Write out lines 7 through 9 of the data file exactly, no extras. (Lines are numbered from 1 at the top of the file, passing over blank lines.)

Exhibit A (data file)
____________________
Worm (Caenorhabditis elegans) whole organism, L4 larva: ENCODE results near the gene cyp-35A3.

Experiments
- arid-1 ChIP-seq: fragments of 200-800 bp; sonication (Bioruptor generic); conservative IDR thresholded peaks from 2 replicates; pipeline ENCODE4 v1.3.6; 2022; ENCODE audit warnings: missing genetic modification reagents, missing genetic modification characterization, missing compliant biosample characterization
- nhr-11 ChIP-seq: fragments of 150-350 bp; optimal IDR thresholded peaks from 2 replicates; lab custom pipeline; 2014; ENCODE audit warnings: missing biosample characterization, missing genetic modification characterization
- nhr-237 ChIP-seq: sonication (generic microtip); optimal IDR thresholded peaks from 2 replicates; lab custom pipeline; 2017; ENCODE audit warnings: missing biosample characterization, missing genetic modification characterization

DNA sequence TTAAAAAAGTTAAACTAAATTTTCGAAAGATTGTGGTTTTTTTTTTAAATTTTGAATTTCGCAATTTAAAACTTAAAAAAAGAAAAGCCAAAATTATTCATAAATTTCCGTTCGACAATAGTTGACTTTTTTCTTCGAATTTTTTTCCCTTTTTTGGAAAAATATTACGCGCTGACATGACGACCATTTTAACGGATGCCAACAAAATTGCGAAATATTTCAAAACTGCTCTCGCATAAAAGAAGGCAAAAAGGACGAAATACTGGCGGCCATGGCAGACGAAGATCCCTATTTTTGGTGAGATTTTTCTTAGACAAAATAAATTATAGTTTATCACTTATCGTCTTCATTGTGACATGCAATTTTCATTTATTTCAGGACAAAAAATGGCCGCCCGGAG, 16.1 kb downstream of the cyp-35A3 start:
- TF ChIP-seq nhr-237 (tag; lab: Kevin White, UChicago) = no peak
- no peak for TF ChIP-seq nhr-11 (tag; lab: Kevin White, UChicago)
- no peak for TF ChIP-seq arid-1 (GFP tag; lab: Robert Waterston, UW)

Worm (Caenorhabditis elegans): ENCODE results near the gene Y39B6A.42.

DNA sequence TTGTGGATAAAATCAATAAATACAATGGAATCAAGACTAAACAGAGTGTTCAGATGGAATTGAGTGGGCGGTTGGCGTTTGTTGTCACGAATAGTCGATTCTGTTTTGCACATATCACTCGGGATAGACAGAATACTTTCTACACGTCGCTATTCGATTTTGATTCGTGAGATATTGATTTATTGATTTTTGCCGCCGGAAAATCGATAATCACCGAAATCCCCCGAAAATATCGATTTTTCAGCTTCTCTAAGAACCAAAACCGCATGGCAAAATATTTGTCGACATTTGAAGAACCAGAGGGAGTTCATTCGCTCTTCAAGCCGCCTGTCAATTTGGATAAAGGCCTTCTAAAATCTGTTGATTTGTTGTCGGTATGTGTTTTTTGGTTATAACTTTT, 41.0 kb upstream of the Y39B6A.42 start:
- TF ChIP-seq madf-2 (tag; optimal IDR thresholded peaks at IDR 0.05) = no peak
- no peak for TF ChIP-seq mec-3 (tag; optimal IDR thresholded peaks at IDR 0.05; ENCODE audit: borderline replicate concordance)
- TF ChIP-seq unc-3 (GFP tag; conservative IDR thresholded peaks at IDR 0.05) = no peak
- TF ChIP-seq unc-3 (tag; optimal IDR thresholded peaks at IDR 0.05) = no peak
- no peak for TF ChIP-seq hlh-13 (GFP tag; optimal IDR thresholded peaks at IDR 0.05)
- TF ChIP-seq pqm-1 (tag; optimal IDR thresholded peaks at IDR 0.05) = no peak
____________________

- TF ChIP-seq nhr-237 (tag; lab: Kevin White, UChicago) = no peak
- no peak for TF ChIP-seq nhr-11 (tag; lab: Kevin White, UChicago)
- no peak for TF ChIP-seq arid-1 (GFP tag; lab: Robert Waterston, UW)